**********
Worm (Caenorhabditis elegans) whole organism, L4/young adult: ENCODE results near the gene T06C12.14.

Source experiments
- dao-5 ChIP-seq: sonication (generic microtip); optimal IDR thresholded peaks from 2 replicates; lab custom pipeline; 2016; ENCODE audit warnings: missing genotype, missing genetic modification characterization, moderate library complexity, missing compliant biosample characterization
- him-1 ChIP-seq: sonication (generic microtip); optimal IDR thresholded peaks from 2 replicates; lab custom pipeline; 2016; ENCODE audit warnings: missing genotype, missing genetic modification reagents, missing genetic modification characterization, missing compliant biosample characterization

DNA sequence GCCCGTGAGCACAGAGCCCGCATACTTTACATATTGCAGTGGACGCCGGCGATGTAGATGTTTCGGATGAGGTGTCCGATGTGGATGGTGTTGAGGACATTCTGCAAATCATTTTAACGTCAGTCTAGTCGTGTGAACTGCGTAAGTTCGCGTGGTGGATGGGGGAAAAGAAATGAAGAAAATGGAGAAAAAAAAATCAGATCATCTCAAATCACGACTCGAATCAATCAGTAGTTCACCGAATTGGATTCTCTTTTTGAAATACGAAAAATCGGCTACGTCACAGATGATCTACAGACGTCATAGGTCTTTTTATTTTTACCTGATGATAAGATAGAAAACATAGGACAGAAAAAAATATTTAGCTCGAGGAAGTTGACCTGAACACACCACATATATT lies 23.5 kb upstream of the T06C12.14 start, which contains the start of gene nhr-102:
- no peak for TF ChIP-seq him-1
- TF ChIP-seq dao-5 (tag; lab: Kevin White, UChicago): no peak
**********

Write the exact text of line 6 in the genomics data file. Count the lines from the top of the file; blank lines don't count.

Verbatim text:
- no peak for TF ChIP-seq him-1